In those three short years between winter of 2001 and spring of 2004, we built this website with the bible studies from our home church. And in spring of 2004 we left our salaried jobs as graphic designers, sold our house in St. Charles, and moved to Michigan to spend some time with our older brother and his family. Some moved with us, some stayed in Missouri, joining us by phone on Thursday nights. But the home church continued. In Michigan we found new people who joined in. We found part-time jobs so we could have more time to study the Bible. And over the next few years, the website grew as we added more and more articles on more and more topics.

In 2007, after three and a half years in Michigan, we had an opportunity to spend some time visiting Israel. We sold our home, left our jobs, and packed all our things into two small storage units. And in September, we got on a plane taking with us only three small bags and a laptop. We spent three weeks in Jerusalem praying, studying the bible, and touring the city. Every day we walked around the old city of Jerusalem. In the morning we would go to the archeological site for David's Palace and pray. In the evening, we would go and pray on the steps overlooking the Western Wall. We were able to stay through all the fall feasts, including the Day of Atonement and the Feast of Tabernacles, and returned to the U.S. in early October.

After a brief visit with friends and family in Michigan, we moved to Virginia Beach. Once again we took part-time jobs so that we could spend more time studying. We took some time learning the basics of Old Testament Hebrew and New Testament Greek and posted a few new studies to the website. But we spent a lot of that year considering what to do next. And even though we were spread out all over the U.S. at this point (some in Missouri, some in Michigan, and some in Virginia), the home church continued to get together every Thursday night. Those living in the same city would get together in someone's home and then each group would get on the phone with the others who were living out of state. We were essentially about three or four groups meeting over the phone. And while modern technology allowed our little groups to continue in fellowship despite our great distance from one another, we remembered how great it was to be gathered together in one place. So, in September of 2008, we moved back to Missouri to reunite with the friends we left behind when we moved to Michigan. In fact, one of the guys from Michigan gave his employer notice and moved to Missouri so he could be a part, too.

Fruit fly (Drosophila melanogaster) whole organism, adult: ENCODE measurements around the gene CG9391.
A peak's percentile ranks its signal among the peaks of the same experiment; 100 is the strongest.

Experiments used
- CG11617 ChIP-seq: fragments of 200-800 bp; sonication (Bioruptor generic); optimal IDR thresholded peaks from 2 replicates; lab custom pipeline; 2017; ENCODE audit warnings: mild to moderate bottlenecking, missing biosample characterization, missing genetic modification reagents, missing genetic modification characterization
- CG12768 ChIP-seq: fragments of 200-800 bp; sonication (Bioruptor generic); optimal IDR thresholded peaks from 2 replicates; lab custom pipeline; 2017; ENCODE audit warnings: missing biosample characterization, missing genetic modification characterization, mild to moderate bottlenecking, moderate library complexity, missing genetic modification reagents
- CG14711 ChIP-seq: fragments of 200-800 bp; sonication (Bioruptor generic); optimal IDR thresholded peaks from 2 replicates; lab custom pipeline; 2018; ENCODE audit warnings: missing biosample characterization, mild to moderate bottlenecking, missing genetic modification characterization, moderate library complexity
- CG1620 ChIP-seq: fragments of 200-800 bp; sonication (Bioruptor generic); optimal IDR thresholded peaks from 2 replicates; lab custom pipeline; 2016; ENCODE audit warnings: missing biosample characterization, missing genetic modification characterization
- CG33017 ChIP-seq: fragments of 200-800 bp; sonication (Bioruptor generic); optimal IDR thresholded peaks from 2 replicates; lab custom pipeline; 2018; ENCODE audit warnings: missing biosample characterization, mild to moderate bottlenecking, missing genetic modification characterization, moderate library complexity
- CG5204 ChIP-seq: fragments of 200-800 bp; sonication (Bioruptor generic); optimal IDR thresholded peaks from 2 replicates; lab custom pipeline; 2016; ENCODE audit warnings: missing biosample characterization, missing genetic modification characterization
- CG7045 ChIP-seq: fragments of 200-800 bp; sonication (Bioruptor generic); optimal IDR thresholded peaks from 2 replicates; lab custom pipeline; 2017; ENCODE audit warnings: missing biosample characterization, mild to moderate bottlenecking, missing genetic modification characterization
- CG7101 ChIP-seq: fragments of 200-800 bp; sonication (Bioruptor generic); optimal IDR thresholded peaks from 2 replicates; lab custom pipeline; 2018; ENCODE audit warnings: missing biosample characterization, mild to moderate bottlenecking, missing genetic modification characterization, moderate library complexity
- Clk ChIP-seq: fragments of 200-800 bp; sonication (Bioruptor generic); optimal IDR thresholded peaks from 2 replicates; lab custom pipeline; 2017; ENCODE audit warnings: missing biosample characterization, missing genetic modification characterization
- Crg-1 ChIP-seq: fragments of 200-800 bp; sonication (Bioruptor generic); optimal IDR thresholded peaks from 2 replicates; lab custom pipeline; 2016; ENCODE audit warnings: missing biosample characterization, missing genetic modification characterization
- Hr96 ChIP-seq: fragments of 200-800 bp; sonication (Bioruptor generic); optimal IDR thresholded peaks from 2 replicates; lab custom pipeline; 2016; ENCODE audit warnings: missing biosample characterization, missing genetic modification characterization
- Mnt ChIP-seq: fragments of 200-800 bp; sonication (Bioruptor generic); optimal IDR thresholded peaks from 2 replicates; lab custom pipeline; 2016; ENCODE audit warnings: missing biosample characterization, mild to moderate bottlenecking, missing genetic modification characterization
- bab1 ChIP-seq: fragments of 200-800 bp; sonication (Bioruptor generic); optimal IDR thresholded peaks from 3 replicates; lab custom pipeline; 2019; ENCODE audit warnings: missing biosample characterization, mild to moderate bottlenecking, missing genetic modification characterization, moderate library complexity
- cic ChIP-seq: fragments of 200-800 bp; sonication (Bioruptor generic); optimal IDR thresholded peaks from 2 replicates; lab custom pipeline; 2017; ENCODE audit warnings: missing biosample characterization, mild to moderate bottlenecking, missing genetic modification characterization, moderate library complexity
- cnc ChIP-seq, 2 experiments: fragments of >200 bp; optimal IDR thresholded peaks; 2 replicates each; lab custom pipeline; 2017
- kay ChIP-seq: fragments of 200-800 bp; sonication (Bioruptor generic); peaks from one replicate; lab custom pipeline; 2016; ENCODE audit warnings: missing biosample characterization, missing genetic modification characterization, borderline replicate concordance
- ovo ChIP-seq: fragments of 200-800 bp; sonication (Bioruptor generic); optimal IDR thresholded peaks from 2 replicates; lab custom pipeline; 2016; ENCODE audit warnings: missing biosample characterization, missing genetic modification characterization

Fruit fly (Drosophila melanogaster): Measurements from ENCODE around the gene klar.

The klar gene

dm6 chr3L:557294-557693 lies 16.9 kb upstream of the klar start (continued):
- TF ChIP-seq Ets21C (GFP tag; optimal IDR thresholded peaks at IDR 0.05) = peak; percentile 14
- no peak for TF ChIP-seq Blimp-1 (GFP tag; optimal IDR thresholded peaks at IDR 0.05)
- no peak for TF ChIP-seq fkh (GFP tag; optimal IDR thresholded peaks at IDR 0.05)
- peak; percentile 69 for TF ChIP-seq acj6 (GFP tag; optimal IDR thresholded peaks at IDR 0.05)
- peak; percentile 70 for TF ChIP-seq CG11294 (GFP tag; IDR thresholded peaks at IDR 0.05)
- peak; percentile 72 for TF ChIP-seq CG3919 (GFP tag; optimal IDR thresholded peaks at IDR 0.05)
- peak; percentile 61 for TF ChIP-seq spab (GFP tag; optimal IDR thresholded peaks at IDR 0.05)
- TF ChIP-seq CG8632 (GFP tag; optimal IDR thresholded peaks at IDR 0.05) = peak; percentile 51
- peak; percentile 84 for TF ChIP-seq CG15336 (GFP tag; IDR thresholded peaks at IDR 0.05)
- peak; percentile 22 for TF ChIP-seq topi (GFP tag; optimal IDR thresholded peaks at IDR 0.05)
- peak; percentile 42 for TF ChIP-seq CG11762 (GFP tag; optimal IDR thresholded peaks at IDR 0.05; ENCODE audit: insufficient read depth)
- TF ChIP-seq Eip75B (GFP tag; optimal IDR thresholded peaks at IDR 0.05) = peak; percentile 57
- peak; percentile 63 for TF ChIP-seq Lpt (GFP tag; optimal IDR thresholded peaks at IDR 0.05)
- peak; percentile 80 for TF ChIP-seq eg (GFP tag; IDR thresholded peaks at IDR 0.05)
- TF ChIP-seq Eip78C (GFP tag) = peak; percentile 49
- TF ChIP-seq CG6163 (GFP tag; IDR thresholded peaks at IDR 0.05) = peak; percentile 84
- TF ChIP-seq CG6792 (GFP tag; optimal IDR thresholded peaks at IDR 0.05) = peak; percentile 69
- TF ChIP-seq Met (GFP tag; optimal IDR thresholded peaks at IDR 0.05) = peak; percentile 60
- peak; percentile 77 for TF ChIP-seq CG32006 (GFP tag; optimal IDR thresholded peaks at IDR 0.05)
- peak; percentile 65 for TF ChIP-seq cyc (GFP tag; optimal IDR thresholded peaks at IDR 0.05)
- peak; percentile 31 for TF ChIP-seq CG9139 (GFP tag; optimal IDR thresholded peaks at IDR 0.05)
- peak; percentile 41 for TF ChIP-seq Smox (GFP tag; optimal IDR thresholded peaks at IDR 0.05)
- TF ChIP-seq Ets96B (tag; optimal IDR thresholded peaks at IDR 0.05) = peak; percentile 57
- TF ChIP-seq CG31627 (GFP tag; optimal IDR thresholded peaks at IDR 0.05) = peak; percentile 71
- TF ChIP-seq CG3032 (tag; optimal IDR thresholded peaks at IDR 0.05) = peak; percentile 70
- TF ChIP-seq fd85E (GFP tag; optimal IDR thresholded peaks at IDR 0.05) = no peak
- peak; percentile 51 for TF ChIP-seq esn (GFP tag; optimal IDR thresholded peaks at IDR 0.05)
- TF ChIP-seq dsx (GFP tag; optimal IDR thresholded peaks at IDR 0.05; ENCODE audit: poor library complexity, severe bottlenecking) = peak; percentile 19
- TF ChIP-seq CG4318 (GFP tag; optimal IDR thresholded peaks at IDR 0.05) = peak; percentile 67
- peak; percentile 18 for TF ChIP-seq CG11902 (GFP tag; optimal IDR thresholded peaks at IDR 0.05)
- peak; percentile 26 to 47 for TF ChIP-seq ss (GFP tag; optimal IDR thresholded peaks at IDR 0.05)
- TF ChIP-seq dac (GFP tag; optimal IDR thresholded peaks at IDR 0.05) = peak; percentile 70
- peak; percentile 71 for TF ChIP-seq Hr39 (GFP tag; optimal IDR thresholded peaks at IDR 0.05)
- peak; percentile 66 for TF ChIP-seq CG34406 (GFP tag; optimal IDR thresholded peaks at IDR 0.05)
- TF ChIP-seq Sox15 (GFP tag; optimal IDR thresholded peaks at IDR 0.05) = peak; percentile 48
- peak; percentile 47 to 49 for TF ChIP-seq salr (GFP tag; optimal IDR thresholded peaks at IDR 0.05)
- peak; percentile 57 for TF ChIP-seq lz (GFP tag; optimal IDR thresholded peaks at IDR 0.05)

In the months since we returned home to St. Charles, Missouri, we have been able to enjoy having a room full of Christian friends all in the same place, studying the Word and sharing communion. Of course, not everyone was able to move. But the few who remain out of state still call in for the study every Thursday night.

It's been over eight years since the handful of us got started in that small apartment back in St. Charles. We've stayed small but we've stayed together. As we have continued to center our lives around God's word, we have shared the benefits and challenges that bible-centered relationships bring. The website has grown considerably since that first year as well. We now have over 5,000 pages of study articles on Christian apologetics and theology as well as Christian history. And we continue to post new studies to the website as new topics come up.

But now we want to add a new side to the website. Instead of just a place to host our studies, we want to let people know about the community side, the home church behind the online studies. We continue to hope that people will find our website helpful and informative as a free, resource for personal and corporate study, but we also hope that people will get to know us as a community of Christians (especially if you are in the St. Louis area). And, if you are interested, please feel free to get in touch with us. We're a small home church, but there's always room for more.

socially and theologically

what's different
about this view
of church?

a history
of our home

about us
who we are

ways to get